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Review: Cautionary Fables and Fairy Tales

Cautionary Fables and Fairy Tales
By Kate Ashwin, Kory Bing, Mary Cagle, K.C. Green, Kel McDonald, Joe Pimenta, Katie and Shaggy Shanahan, and Lin Visel
Self-published; available from the book’s website

Anthologies can be as tricky as Rumpelstiltskin. They’re usually such a mixed bag in terms of quality that I know I’m taking my chances when I open one up. I can hedge my bets if the collection has an interesting theme, known creators, or both, but it’s still a gamble. For me though, the risk was pretty reasonable with Cautionary Fables and Fairy Tales. I’m a big fan of folk stories, but even if the rest of the book was no good, I knew that I’d enjoy the contribution by Katie Shanahan and her brother, Shaggy. I loved Katie Shanahan’s work in the Flight anthologies and after seeing a preview of the story she illustrated for this volume, I wanted a copy of it.

There are some very familiar stories in Cautionary Fables, but “Tatterhood” is one I hadn’t heard before. That might be why it’s my favorite in the book, though the Shanahans’ sense of humor plays a role that’s impossible to overstate. It begins – as these things often do – with a barren queen who wants a child, and the tone of the story is set quickly when the king tells her to “go grab some kids from the neighbors. They probably have a few extra running about.” Long story short, there’s of course a magic solution with rules that the queen ignores and she ends up with two kids: one lovely and well behaved; the other ugly and unruly.

Without knowing how the official story plays out, I love the Shanahans’ version in which Tatterhood – the ugly and unruly princess – arms herself with a giant spoon to save her sister from trolls. It’s hilarious and awesome and I want an entire series of Tatterhood stories by these two.


Even though “Tatterhood” is my favorite, to my surprise there’s not a stinker in the book. K.C. Green tells another story that was new to me: the horrifying fable, “The Singing Bone.” Using an art style that’s simultaneously cute and grotesque (I know it’s a contradiction, but think Ren and Stimpy), Green presents a couple of traitorous bunnies to whom things happen that would be right at home in an Edgar Allan Poe story. Kory Bing’s “Nixie of the Mill Pond,” meanwhile, features a very stupid miller who makes a bad deal with a creepy water spirit.

Kel McDonald’s “Bisclavret” is probably my new favorite werewolf story because it’s not only about a wolf-man, but is also – shocking! – a cautionary tale. It turns out that I really like stories that illustrate the dangers of negative traits like dishonesty, stupidity, and unfaithfulness. Especially when they’re warning you not to be disloyal to noble werewolves.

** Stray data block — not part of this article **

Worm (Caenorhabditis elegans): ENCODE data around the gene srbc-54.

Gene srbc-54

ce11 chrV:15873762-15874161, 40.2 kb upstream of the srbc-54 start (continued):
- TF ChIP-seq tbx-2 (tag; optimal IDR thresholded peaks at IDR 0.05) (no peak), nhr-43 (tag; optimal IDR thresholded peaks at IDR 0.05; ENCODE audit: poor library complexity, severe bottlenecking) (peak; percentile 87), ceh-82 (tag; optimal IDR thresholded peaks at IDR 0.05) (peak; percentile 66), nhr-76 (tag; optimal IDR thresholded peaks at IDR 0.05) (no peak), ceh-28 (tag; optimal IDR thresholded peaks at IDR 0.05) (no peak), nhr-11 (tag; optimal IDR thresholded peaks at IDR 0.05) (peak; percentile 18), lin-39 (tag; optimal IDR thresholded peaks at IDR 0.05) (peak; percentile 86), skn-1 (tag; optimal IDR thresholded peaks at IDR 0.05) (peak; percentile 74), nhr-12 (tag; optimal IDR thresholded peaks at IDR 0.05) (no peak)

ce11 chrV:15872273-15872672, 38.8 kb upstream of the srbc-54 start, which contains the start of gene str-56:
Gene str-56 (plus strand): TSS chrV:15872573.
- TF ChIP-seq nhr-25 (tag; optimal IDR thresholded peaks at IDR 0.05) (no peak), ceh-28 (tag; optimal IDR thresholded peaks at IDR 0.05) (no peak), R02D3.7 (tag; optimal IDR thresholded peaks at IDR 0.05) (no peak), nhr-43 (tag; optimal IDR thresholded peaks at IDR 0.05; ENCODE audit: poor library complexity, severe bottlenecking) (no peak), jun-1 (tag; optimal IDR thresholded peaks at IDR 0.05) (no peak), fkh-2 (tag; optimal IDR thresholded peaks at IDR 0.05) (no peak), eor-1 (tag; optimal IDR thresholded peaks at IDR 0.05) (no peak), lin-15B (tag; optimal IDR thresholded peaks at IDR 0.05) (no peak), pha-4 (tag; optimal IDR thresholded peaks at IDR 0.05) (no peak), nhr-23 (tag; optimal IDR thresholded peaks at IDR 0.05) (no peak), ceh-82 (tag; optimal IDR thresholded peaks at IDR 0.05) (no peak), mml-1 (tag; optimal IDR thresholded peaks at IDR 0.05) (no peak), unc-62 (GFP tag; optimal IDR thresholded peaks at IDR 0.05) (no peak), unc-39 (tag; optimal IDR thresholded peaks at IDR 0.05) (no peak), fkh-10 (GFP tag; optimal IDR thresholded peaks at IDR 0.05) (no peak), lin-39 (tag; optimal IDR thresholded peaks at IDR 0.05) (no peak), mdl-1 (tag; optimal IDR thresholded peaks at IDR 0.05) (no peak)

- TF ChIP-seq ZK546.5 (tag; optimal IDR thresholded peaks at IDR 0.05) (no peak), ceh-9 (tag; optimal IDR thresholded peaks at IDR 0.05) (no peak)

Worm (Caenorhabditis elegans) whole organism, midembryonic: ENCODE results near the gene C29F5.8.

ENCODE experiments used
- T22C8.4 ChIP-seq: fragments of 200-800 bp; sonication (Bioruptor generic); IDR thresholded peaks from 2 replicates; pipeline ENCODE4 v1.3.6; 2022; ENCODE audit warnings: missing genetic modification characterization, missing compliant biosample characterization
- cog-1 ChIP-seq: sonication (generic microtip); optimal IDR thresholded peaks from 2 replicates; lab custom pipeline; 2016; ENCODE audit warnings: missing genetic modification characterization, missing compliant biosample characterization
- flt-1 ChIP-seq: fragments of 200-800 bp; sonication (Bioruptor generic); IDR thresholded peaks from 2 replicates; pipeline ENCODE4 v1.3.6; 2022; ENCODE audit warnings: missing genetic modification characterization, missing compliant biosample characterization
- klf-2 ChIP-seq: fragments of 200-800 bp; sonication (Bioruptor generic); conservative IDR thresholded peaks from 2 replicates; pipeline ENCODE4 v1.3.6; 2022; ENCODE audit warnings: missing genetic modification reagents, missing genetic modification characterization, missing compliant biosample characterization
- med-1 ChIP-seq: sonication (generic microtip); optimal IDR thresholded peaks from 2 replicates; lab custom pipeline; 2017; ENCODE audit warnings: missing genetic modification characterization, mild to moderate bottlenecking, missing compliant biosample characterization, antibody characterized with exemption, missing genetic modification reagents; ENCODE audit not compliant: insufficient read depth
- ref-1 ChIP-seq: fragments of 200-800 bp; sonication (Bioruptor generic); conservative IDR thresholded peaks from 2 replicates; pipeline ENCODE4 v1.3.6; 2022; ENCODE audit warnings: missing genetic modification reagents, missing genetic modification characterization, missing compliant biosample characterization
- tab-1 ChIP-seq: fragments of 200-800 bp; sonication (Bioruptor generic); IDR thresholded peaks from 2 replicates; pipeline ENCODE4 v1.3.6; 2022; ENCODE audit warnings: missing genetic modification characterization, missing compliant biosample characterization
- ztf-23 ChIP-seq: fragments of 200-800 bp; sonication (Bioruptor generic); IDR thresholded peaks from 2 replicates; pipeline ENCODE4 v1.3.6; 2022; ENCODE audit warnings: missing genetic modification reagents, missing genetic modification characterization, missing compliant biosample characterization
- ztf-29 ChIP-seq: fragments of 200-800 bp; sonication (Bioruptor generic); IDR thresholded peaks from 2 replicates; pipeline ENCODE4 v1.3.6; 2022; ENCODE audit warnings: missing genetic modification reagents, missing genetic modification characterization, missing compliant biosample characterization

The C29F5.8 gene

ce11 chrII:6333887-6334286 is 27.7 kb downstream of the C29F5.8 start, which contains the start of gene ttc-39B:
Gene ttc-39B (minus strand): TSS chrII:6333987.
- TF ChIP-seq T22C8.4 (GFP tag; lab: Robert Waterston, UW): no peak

I wasn’t familiar with any of those stories and got a kick out of hearing them for the first time, but I also looked forward to the more recognizable tales. They don’t disappoint either. Mary Cagle’s “Jack and the Bean Stalk” leaves intact the moral ambiguity of the main character but also increases his likeability by toning down some of his most selfish actions from the original version. Kate Ashwin’s “Puss in Boots” is more or less how I remember the story playing out, as sort of creepy as it is. I’m very fond of Ashwin’s webcomic Widdershins, so it was a pleasure to see her adapt the story of one of my favorite tricksters.

Pied Piper

Joe Pimenta’s wordless “Pied Piper” is great partly because wordless comics are awesome, but also because the story is so well known that it doesn’t need narration or dialogue. Also, the silence gives it a horrifying, otherworldly quality. It creates a barrier between reader and characters and it made me feel especially helpless as I watched the familiar events unfold on the page without being able to stop their inevitable, gruesome progress.

Finally, there’s Lin Visel’s “Rapunzel,” a very dark take on the story that I’m tempted to call non-traditional, except that its most terrible details come straight from the Brothers Grimm. Visel has simply rearranged them a little and cut off the story before it has a chance at a happy ending. Which, I suppose, is what makes it a cautionary tale.

For similar reasons, very few of the stories in Cautionary Fables have happy endings. That “Tatterhood” does is one of the things that makes it stand out and is part of why I love it, but really, the anthology’s overall tone is right there in the title. For the most part, these are stories about people getting their comeuppance, not their Happily Ever After. It probably says bad things about me though that I found that just as satisfying. Maybe that should give me caution.


Michael May About Michael May

Michael May has been writing about comics for a little over a decade. He started as a reviewer for Comic World News and soon became editor-in-chief of the site. Leaving editorial duties to focus on writing, he joined The Great Curve, the comics blog that eventually became Blog@Newsarama and finally Comic Book Resources' Robot 6. In addition to loving comics, he loves his son and enjoys nothing more than finding (and writing about) awesome comics for the boy to read.


  1. They communicate lessons about overcoming misfortune, rising from rags to riches, and the importance of courage. In their distinctions between good and evil, right and wrong, fairy tales are also very moral. Thank you!

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